The revolutionary tax is collected in an arbitrary manner and not systematically. It is  collected not only by going to the embassy but also by private collectors who knock on doors of private homes. This has been going on since Eritrea officially attained indepdence in 1993 or since  Isaias Afewerki, who is often portrayed as paranoid and alcoholic,  took the reins of power in the country. Europeans have been late in taking note of this reality. So far, the United Kingdom and Sweden have spoken out and are pushing for its abolition. This is not the case in Switzerland where only the Swiss Federal Police promised over the local TV 10- for-10 that it would investigate the matter as it had done in the past concerning [fund collections] of Tamil Tigers.

Tesfalidet *, whom I met in Bern, speaks with anger. He said: "In Eritrea, people are arrested without a charge, tortured for insignificant acts, imprisoned in appalling conditions and subjected to forced labor. The Swiss government must react! By accepting that we be subjected to this tax, for example, Switzerland indirectly supports the regime! "

Tesfalidet arrived in 2008. Like most Eritreans in exile, he is an army deserter. The fact that so many took refuge in Switzerland is not a sheer coincidence. The Swiss  Appeals Board on Asylum in December 2005 recognized army desertion by  Eritreans as legitimate ground for granting almost automatically entitlement to refugee status. As such, the decision  boosted the rate of arrival of Eritrean refugees from 6.1% of total applicants in 2005 to 82.6% in 2006. Thus, in 2006 1,201 Eritrean asylum seekers arrived in 2006 against  only 159 in 2005, representing an increase of 655%.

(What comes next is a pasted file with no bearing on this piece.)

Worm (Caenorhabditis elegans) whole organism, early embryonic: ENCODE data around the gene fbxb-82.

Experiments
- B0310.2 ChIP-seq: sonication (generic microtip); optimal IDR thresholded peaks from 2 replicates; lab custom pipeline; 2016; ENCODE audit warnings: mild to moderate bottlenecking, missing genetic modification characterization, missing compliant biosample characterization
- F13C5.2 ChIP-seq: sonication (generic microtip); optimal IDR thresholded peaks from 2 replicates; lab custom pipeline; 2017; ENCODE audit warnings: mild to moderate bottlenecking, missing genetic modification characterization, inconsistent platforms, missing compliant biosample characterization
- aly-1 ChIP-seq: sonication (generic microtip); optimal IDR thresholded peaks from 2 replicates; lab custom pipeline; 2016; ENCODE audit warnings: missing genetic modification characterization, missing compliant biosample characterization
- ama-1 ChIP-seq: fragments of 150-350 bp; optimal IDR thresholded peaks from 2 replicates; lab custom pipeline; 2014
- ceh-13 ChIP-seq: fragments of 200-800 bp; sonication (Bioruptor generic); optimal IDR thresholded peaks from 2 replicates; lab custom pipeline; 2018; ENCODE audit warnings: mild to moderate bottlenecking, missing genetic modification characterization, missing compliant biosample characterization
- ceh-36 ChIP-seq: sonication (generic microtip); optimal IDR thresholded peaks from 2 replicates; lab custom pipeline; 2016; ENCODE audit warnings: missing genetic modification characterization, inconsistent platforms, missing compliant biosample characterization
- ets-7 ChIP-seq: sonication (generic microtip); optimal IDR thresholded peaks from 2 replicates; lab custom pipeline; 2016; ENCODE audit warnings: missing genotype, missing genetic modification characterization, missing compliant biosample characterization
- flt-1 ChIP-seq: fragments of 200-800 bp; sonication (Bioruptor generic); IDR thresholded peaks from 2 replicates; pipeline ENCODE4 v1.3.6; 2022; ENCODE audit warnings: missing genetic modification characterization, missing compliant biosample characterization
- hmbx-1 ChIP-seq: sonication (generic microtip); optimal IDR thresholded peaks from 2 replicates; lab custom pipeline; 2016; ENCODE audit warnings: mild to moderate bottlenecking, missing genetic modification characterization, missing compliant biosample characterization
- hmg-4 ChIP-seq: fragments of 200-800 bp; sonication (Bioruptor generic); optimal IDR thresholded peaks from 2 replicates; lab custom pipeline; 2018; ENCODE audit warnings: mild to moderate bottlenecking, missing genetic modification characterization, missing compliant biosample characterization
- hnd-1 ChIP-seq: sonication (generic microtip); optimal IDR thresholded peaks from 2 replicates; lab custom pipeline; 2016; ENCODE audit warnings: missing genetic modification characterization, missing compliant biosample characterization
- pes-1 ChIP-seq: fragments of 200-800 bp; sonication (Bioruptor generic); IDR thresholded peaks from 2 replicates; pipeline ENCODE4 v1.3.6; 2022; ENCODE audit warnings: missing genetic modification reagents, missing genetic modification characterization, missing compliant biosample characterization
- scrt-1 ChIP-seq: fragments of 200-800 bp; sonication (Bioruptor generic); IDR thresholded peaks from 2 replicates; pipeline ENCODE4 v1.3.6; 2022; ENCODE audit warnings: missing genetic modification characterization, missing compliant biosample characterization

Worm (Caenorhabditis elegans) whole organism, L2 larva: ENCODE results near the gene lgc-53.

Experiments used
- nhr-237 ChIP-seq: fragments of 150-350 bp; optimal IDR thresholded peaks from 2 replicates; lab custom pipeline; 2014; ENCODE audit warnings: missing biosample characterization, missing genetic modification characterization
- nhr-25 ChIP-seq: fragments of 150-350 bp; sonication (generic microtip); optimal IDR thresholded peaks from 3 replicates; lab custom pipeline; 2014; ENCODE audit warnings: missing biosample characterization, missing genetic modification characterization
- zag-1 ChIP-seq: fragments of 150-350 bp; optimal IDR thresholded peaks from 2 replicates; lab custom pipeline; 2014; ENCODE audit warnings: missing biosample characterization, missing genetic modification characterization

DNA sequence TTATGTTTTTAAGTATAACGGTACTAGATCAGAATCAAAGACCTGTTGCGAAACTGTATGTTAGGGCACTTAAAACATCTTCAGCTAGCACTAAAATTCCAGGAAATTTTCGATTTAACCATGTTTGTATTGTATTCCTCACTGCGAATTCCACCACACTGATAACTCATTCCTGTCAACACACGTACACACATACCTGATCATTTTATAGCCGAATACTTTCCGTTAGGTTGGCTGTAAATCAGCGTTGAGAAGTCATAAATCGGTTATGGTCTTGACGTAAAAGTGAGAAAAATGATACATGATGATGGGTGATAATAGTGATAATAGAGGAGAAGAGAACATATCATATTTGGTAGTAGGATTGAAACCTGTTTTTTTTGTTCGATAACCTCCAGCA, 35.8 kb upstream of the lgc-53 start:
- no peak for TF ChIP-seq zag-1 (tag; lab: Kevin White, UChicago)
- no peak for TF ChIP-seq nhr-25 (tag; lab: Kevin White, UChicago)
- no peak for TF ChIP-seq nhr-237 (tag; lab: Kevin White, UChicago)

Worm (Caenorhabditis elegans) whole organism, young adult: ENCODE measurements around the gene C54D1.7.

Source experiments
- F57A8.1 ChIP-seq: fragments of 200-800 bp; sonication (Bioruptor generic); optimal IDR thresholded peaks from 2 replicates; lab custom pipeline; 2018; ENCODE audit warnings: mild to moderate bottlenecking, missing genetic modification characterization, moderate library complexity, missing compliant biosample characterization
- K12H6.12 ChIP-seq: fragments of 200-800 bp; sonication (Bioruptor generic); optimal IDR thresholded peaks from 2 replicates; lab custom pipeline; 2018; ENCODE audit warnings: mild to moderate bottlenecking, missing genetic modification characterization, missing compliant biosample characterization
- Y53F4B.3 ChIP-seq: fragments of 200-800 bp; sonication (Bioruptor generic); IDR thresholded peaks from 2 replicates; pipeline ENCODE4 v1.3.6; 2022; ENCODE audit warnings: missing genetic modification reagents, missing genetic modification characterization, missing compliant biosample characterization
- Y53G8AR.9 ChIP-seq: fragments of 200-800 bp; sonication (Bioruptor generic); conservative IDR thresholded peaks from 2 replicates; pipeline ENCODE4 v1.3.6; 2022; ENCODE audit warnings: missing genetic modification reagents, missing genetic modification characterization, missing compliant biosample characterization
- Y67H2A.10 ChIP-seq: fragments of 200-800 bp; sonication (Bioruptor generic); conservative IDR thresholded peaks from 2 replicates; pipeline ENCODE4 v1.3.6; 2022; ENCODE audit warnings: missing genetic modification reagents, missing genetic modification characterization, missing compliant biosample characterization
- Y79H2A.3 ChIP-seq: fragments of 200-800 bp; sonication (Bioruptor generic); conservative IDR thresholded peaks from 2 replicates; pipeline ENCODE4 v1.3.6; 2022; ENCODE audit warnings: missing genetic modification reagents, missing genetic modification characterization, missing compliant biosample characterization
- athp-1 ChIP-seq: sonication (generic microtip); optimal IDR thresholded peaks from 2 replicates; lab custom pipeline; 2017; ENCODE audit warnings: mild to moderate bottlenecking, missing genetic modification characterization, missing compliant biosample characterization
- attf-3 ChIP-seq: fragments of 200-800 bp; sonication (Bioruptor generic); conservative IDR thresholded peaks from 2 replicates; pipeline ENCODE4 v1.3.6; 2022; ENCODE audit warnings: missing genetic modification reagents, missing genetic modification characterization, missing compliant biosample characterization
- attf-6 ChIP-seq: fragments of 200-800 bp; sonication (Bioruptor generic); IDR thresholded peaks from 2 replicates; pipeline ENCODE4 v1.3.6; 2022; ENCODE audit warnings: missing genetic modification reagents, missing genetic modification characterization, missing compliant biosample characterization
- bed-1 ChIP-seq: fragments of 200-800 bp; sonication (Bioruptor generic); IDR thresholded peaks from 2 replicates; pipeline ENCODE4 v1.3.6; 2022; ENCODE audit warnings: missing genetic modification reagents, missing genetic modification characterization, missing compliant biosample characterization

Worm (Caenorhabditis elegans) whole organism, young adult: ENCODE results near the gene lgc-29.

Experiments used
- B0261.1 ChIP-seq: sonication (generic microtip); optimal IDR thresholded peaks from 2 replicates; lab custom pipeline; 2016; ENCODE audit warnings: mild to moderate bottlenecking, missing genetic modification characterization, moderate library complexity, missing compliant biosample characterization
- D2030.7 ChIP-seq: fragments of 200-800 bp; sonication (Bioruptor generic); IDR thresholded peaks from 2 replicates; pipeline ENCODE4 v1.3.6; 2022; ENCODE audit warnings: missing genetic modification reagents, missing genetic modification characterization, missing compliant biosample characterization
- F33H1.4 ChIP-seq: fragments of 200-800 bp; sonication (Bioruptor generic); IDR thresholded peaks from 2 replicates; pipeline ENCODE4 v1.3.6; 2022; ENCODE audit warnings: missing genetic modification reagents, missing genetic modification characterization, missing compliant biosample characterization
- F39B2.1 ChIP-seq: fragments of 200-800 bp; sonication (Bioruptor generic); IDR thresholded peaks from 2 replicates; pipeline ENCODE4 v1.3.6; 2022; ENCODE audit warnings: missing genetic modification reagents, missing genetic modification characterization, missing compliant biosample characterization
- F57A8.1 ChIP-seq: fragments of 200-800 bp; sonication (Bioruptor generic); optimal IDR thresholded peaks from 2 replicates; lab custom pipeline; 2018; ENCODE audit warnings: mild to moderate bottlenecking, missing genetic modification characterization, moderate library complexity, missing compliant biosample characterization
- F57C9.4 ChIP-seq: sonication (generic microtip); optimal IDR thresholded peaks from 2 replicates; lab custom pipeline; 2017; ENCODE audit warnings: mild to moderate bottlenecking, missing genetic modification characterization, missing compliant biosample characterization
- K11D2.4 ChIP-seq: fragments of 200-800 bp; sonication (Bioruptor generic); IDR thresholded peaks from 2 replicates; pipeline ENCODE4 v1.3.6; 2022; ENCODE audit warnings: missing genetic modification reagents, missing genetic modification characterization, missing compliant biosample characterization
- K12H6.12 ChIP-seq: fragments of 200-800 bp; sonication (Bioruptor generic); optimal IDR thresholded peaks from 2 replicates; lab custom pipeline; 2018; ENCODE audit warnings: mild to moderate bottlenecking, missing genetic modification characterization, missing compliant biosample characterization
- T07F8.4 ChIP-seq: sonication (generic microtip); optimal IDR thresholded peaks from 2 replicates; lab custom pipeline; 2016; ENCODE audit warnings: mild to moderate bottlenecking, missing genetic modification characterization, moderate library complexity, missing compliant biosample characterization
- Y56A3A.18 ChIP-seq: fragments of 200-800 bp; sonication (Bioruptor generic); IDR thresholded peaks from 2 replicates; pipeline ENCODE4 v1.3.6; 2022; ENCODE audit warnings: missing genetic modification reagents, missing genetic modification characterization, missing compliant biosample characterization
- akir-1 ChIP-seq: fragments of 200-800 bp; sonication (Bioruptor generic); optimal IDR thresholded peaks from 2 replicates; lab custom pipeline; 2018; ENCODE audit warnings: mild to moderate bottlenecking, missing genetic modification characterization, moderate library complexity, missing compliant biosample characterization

Aged 40, Tesfalidet joined the Eritrean People’s Liberation Front (EPLF) at the age of 14 and took part in the war of independence that liberated Eritrea fro Ethiopian rule in 1993. Again he again fought in the 1998-2000 war against Ethiopia. His problems began in 2000 while leading a unit of 99 persons as an army  lieutenant. "I've always been straightforward. I criticized the torture of minors for trifle mistakes.” Making a gesture by his arm, he continued: "I always insisted for leaving sufficient space between ropes in tying prisoners [to minimize torture].” He was referring to the torture technique called "helicopter" which suspends a prisoner from a ceiliing and subjects him/her to beating by the prison guards until the victim makes “confessions”.

During a meeting with President Isaias Afewerki, Tesfalidet asked why the president did not accept the mediation of the United States and Rwanda to end the war against Ethiopia. That was a costly "impertinence". Shortly after midnight of that day, he was called to see his superiors who asked him to surrender his military uniform.  He was beaten up - "I still have scars," he said, holding a medical certificate. He was thrown into a truck and was kept in a secret underground prison at  Wia, east of the country. "It was stifling. Nobody saw, nobody knew where we were. They wanted us to confess that we had links with  G-15 although our case had nothing to do with that”.  "The" G-15 "refers to politicians, including ministers, imprisoned in September 2001 for daring to co-sign an open letter to President Afeworki, in which they suggested for democratic reform. The majority of them are still held incommunicado. Or dead.